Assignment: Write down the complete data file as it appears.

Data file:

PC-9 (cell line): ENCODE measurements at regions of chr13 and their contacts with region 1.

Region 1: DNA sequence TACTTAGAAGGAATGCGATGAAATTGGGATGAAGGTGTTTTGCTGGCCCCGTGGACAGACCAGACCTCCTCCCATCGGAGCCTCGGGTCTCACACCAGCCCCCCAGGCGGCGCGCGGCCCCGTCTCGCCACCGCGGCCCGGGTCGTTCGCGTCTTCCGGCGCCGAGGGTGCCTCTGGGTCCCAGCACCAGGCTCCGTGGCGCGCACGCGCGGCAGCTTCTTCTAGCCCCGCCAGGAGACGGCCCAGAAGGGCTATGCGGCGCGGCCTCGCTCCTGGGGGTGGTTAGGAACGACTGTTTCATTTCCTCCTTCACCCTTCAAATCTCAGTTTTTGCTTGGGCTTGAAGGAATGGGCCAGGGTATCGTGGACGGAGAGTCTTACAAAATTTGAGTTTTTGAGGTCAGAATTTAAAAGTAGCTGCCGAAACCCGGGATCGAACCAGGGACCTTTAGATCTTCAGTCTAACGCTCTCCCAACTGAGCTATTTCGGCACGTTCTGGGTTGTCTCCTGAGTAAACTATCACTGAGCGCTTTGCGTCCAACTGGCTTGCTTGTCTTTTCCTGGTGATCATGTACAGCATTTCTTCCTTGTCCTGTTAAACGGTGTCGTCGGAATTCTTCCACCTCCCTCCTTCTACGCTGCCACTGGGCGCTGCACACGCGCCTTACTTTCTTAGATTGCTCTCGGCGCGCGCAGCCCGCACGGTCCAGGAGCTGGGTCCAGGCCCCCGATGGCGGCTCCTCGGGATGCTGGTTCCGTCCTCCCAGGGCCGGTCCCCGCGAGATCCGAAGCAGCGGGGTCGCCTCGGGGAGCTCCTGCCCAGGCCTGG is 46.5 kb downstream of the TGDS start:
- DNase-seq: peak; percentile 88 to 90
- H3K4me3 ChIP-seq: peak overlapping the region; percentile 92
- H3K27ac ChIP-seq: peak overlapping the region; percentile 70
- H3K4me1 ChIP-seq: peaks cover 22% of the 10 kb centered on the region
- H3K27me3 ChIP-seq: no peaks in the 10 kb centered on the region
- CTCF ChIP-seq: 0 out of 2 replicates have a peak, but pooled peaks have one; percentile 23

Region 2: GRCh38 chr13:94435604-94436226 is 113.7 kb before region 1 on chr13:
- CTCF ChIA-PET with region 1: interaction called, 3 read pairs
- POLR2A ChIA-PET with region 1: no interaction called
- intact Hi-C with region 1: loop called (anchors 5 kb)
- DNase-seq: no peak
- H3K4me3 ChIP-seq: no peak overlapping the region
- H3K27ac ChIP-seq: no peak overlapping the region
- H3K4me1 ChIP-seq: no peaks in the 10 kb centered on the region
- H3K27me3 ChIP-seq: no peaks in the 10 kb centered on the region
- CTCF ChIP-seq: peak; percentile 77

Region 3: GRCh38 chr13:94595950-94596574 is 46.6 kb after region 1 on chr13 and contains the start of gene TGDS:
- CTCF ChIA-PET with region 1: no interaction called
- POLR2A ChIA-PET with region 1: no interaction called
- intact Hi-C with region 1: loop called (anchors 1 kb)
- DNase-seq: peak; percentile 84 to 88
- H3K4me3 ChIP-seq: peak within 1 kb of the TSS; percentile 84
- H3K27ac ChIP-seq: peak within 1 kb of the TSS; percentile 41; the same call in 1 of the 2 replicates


PC-9 (cell line): ENCODE measurements at regions of chr13 and their contacts with region 1.

Region 1: DNA sequence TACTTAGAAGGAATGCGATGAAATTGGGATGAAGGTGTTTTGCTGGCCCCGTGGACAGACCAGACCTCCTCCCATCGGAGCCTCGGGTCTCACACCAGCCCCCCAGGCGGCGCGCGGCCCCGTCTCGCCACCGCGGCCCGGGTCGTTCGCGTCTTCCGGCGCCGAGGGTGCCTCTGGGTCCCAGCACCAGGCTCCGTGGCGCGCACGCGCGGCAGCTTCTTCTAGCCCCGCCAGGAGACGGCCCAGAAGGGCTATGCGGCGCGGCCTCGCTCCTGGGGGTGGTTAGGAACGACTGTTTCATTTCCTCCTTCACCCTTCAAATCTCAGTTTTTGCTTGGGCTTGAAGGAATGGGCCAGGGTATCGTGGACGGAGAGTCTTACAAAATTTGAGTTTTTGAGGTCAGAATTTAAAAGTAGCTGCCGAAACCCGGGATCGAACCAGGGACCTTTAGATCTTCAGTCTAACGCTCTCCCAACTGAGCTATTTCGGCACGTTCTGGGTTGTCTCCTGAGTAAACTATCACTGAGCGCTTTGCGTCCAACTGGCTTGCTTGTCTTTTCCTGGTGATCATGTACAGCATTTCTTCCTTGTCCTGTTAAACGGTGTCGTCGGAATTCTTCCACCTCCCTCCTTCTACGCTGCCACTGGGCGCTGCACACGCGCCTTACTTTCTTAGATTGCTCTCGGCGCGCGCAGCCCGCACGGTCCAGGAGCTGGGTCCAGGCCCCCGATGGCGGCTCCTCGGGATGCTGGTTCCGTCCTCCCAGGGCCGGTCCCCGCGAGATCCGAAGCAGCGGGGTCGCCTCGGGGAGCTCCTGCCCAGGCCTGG is 46.5 kb downstream of the TGDS start:
- DNase-seq: peak; percentile 88 to 90
- H3K4me3 ChIP-seq: peak overlapping the region; percentile 92
- H3K27ac ChIP-seq: peak overlapping the region; percentile 70
- H3K4me1 ChIP-seq: peaks cover 22% of the 10 kb centered on the region
- H3K27me3 ChIP-seq: no peaks in the 10 kb centered on the region
- CTCF ChIP-seq: 0 out of 2 replicates have a peak, but pooled peaks have one; percentile 23

Region 2: GRCh38 chr13:94435604-94436226 is 113.7 kb before region 1 on chr13:
- CTCF ChIA-PET with region 1: interaction called, 3 read pairs
- POLR2A ChIA-PET with region 1: no interaction called
- intact Hi-C with region 1: loop called (anchors 5 kb)
- DNase-seq: no peak
- H3K4me3 ChIP-seq: no peak overlapping the region
- H3K27ac ChIP-seq: no peak overlapping the region
- H3K4me1 ChIP-seq: no peaks in the 10 kb centered on the region
- H3K27me3 ChIP-seq: no peaks in the 10 kb centered on the region
- CTCF ChIP-seq: peak; percentile 77

Region 3: GRCh38 chr13:94595950-94596574 is 46.6 kb after region 1 on chr13 and contains the start of gene TGDS:
- CTCF ChIA-PET with region 1: no interaction called
- POLR2A ChIA-PET with region 1: no interaction called
- intact Hi-C with region 1: loop called (anchors 1 kb)
- DNase-seq: peak; percentile 84 to 88
- H3K4me3 ChIP-seq: peak within 1 kb of the TSS; percentile 84
- H3K27ac ChIP-seq: peak within 1 kb of the TSS; percentile 41; the same call in 1 of the 2 replicates